The skies are absolutely clear and moonless. I have never seen so many stars, not even on nights spent star gazing at over 9000 feet in the Sierra Nevadas. The Milky Way blazes across the ski bright enough to light the deck. Our wake is alight as well with the bright paparazzi flashes of the southern phosphorescence. Unlike the sparklers of the Sea of Cortez, here they pop and flash and linger for moments before burning out. They appear behind, in front and on all sides churned by our wake and passing fish.
Dulcinea prowls the deck, her lean form to be seen alternately on the salon, the main sail cover, stalking flying fish on the foredeck, or at the tiller checking the instruments and our progress. With no swell, the flying fish are having difficulty making it as high as the deck, aggravating my cat but ensuring the night is free of fish guts oozing between the toes. The night is cool enough for a sweatshirt but warm enough for shorts. I clip in and pad around the deck in my bare feet checking the rig, secure in the unusually dry footing. All is well as I lie on the tramp and chat with the dolphins flipping in and out of the bow wake. All is well with the spinnaker lines and the purring, rubbing, furry animal who tries to trip me along my route. All is well on the horizon where our buddy boat is just visible on the horizon as a single point of light.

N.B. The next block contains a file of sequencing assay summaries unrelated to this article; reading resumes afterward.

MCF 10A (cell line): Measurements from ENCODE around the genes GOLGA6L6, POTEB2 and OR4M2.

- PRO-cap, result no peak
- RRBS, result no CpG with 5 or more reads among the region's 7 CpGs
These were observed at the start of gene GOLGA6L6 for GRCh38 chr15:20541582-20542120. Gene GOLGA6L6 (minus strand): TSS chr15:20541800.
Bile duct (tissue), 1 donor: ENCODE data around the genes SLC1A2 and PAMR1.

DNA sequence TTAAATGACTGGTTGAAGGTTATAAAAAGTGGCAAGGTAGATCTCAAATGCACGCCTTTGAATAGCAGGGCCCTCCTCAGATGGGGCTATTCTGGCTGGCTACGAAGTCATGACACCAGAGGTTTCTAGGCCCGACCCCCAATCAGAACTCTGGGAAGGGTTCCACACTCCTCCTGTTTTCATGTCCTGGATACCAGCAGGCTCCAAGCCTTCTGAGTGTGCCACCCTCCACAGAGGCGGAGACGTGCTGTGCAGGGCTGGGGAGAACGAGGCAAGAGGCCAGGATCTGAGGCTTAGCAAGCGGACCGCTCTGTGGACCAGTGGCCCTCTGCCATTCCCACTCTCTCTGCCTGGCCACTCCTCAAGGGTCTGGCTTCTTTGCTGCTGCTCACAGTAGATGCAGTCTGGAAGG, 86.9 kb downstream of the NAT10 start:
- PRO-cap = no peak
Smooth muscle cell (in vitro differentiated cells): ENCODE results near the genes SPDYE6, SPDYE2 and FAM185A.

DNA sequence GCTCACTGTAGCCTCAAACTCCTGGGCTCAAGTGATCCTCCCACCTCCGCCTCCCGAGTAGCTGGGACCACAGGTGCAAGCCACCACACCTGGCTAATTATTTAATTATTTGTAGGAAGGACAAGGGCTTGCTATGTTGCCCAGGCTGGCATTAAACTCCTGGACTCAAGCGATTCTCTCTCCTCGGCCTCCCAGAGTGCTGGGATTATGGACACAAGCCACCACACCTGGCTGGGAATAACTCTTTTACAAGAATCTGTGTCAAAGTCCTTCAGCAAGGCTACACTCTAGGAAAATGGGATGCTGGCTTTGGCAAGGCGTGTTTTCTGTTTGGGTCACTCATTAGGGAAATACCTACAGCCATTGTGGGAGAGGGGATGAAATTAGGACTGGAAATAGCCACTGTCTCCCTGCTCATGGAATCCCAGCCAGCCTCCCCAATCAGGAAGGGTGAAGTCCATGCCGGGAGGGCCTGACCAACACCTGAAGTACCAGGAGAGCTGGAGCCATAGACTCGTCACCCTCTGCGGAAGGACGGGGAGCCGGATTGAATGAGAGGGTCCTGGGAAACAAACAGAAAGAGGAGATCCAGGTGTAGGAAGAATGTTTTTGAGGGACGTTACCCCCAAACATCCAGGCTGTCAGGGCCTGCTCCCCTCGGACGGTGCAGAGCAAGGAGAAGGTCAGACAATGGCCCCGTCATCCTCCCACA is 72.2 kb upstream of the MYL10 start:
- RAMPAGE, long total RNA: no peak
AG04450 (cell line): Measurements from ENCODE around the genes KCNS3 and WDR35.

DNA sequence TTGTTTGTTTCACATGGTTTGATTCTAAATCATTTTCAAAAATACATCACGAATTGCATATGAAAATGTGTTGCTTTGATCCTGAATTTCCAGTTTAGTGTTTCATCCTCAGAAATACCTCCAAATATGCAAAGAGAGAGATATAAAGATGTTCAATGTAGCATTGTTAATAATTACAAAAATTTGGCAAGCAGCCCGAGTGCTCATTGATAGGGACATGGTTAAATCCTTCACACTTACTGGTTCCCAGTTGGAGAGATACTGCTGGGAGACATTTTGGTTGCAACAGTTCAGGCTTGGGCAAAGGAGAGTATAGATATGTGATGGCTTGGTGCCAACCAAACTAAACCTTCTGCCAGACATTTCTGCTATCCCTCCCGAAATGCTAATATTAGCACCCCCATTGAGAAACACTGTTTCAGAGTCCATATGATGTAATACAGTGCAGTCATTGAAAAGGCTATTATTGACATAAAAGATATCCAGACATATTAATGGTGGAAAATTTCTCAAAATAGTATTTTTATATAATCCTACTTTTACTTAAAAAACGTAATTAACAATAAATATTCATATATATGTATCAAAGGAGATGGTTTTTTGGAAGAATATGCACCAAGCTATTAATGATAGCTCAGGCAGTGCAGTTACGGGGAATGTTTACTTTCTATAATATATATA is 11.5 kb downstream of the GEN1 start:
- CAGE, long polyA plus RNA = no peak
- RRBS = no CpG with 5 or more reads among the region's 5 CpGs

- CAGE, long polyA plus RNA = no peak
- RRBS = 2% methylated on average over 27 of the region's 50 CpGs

Returning to the helm, I sip a cup of hot mint tea. Oddly, the warm fragrant steam reminds me of my childhood and sneaking into the kitchen in my mother's office to make the world's sweetest, lightest cup of Bigalow tea. I spin through the selections in my playlist: Enya, Kottke, Vangelis, Enigma, Phillip Glass. But none of them feel right, so eventually I drop the iPod into the helm box and sit back to listen to the night. It turns out the stars actually do make music.